Visit your local Social Security office to fill out an application for an SSN. Here’s a handy tool to locate the Social Security office closest to you. Save time by downloading and filling out the SS-5 Application Form online, and bring it with you to the Social Security office.
Bring the following items with you to the Social Security office:
- Passport and J-1 Visa
- I-94 Number
- Filled out SS-5 Application Form (optional)
Pro tip: Make an appointment or go early; the lines are usually the shortest as soon as the office opens.
After you apply for an SSN, you’ll receive a receipt. This is an important document that proves you’re eligible to participate in your internship. So don’t treat it like a grocery store receipt and immediately throw it away. If you’re asked for an SSN when you open a bank account or rent an apartment, show that receipt.
Set up a bank account
Soon after arriving in the U.S., you should open a U.S. checking account with your current bank (if they have locations in the States) or a new bank. You’ll need a bank account to deposit your paychecks from your internship. You can also benefit from signing up for a credit card for several reasons, but beware that initially, options are limited.
Four of the largest banks in the U.S. are:
- Bank of America
- Chase Bank
- TD Bank
- Wells Fargo
A good rule of thumb is to sign up with the bank that has the most branches and ATMs near your home and work. For the west coast, Wells Fargo and Bank of America are the most popular, while the east coast hosts many Chase and TD Bank branches.
Other factors to consider when selecting a U.S. bank include credit card rewards/air miles, convenience, support, and fees. Keep an eye out for promotional student accounts with lower fees, as there is money out there to be saved!
Apparently, smiles aren’t an accepted currency, so you’re going to need some money. Out of the number of online resources available to exchange currency, we recommend TransferWise. Alternatively, you could use XE. Be careful; if you decide to cancel a currency purchase order and the exchange rate has increased, they may require you to pay the difference.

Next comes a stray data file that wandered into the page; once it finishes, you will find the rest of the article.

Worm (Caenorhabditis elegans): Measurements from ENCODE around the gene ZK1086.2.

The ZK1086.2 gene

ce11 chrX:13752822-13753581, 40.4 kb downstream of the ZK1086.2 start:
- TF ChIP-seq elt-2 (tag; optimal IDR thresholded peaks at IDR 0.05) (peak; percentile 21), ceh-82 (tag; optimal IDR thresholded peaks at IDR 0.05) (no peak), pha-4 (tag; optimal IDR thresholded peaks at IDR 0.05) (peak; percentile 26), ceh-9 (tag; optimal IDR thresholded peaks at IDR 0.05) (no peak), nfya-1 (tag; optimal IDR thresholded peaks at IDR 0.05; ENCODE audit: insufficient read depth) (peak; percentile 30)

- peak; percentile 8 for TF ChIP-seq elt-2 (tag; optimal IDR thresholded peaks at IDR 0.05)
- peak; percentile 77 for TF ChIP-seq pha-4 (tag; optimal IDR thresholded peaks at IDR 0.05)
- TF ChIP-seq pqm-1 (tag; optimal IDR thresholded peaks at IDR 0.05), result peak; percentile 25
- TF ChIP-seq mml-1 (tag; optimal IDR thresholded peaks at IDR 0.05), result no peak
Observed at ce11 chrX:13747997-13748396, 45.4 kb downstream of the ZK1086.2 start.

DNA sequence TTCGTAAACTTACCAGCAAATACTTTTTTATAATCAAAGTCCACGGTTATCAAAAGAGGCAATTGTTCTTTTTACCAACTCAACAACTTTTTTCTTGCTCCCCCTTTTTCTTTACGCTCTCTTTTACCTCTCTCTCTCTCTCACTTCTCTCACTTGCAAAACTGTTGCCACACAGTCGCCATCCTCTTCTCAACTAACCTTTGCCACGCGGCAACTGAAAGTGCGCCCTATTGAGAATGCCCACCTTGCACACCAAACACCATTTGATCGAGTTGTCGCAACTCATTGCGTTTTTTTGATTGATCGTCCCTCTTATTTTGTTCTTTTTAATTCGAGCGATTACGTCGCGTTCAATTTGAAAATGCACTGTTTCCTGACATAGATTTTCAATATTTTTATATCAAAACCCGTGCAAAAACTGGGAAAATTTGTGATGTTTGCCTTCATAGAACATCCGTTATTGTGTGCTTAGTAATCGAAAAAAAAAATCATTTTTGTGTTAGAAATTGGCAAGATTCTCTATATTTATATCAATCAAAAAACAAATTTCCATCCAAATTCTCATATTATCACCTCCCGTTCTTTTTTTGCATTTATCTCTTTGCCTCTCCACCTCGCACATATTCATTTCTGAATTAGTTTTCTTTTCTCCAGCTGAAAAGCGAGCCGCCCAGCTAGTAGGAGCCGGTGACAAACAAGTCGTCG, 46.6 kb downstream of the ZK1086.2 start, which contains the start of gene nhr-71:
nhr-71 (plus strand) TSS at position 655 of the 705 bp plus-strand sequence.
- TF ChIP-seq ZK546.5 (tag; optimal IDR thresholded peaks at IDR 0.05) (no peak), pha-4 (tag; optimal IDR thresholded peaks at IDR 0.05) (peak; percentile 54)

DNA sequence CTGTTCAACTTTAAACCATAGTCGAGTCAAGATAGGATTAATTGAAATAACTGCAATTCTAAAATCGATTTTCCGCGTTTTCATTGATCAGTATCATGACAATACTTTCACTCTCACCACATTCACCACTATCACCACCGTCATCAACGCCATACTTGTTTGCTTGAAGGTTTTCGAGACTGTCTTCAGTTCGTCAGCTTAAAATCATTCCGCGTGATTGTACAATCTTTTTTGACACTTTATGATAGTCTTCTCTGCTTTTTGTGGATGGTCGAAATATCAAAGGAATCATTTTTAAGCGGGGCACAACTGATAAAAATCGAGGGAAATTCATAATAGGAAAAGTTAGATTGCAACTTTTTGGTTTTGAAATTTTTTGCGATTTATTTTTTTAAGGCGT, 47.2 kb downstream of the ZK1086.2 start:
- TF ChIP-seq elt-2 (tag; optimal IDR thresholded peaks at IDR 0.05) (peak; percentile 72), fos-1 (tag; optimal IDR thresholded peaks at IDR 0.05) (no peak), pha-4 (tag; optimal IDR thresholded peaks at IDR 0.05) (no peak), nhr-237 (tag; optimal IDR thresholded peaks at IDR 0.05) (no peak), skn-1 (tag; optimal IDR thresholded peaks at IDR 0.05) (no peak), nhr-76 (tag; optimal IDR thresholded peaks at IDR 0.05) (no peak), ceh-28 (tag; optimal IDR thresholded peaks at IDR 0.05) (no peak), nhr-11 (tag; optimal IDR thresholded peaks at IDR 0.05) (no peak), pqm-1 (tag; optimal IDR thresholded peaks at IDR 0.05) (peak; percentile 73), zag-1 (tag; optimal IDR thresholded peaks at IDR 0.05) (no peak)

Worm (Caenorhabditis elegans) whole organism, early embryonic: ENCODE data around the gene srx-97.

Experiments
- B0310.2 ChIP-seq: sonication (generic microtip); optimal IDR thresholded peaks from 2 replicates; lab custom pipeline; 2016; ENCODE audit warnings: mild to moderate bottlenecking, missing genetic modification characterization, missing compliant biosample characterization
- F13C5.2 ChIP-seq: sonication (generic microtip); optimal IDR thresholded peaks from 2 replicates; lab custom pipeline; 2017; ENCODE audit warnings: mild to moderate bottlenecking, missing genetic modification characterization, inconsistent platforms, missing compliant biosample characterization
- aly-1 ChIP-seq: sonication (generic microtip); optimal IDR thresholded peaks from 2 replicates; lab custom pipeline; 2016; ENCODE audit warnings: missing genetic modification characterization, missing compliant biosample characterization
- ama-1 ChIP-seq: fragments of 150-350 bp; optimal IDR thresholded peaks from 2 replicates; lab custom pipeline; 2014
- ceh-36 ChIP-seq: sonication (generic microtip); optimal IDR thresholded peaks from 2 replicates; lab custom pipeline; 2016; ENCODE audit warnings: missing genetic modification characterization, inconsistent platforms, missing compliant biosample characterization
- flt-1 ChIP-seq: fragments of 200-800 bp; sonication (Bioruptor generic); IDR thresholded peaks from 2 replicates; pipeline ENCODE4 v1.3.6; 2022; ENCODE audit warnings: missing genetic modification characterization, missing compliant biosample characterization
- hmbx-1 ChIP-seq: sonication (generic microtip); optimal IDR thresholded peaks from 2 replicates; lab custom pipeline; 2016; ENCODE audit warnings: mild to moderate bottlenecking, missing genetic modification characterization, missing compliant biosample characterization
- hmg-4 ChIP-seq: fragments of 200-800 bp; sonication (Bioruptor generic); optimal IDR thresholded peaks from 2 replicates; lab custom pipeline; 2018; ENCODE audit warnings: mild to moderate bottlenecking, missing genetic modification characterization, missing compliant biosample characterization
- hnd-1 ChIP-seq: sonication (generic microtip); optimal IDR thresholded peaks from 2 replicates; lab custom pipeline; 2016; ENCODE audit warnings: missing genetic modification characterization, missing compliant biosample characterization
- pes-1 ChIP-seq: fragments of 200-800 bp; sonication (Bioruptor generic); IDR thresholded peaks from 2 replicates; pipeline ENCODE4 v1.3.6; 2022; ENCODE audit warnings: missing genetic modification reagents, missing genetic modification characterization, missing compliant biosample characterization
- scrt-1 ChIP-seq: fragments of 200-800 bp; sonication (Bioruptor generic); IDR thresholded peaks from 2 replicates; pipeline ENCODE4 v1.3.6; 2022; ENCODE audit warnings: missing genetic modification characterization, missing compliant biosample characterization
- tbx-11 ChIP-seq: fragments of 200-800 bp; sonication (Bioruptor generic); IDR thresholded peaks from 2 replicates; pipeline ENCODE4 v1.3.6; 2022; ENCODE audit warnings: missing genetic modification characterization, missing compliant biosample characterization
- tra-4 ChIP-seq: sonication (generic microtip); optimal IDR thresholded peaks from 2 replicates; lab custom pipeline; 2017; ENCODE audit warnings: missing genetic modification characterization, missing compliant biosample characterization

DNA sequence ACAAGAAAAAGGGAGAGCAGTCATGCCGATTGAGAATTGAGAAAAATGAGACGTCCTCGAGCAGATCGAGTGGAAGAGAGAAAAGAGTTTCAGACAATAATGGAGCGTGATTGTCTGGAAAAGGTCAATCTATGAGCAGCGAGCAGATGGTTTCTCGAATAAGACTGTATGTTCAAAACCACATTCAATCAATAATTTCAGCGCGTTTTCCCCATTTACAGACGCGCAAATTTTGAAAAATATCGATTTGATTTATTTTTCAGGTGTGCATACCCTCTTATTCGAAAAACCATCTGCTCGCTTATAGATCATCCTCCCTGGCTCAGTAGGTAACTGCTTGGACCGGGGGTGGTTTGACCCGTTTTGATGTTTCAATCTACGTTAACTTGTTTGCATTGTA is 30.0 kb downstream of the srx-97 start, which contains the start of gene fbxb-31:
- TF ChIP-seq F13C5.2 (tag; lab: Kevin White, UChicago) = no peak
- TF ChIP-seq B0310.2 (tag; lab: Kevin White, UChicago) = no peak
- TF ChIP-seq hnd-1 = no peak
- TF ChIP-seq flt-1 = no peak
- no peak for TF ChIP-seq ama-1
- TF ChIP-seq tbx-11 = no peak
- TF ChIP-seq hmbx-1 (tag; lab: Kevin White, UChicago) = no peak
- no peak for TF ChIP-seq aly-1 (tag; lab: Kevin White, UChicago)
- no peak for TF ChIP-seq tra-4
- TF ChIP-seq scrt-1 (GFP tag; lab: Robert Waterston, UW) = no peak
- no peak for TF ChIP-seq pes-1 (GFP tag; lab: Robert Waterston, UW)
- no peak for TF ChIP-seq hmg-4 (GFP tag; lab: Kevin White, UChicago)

Pro tip: Exchanging currency online takes a few days, so don’t expect the money right away.
When exchanging money back to your country, in most cases, you’ll need the following information about your bank account:
File your taxes
If you work in the U.S., you will be required to pay U.S. taxes. In most cases, these taxes will be deducted from your paycheck. (If not, save ~30% of your paycheck so you’ll be able to pay them later.)
In April of each year, you must file a U.S. tax return. It’s best to consult a tax professional, but if you feel comfortable with the paperwork, you can file your own taxes on sites such as TurboTax, TaxAct, CreditKarma, or other free programs available online. Doing your taxes yourself can save you a few hundred dollars compared to hiring someone to do them for you.
Helpful resources while interning
- Prime Student from Amazon is too good to pass up. Their student promotion gives you six months of free Amazon Prime. GoT, Mr. Robot, and Silicon Valley, anyone? All on Prime Video. Amazon Prime’s free two-day shipping is especially nice to get household necessities shipped right to your door.
- While Amazon is great for most items, other services make getting food easy and fun (if you like cooking). Blue Apron and Green Chef deliver perfectly proportioned ingredients for meals that you can cook. The market for these services is still competitive, so they offer lots of promotions. Other forms of food delivery include grocery delivery from InstaCart, and restaurant food delivery from DoorDash, Postmates, GrubHub, Caviar, and UberEats. (Did we mention this is a competitive space?)
- Meet-ups are a great way to meet new people and learn new things. Meetup.com is an excellent way to play your favorite pickup sport, join likeminded people doing something you enjoy, or try something new.
- Ridesharing (Uber or Lyft) is an excellent way to get around your new city. While they’re less prevalent in some countries, they’re quite cheap and abundant in most parts of the U.S.
Pro tip: Ridesharing a lot? Check out flat fares in certain cities.
- You’ll need to learn the imperial system so you can understand the weather (Fahrenheit), understand quantities at the grocery store (ounces), drive under the speed limit (miles), etc.
So, did you get all of that?
If you’re trying to remember everything from this article, we’ve got you covered.
Before leaving, make sure you have:
- A place to live
- Visa (likely a J-1)
- I-94 number
- Signed offer letter from your employer
- Résumé (sometimes customs asks for it)
After arriving, you can get a:
- Phone plan
- SEVIS form
- Bank account
And don’t forget about those taxes!
We know that prepping to come to the U.S. for an internship is scary and involves a ton of paperwork. Soon after arriving, it can feel like a scramble to get everything situated and set up. Do not fear, you’ll soon settle into your new home and have an awesome work experience with fun weekend adventures.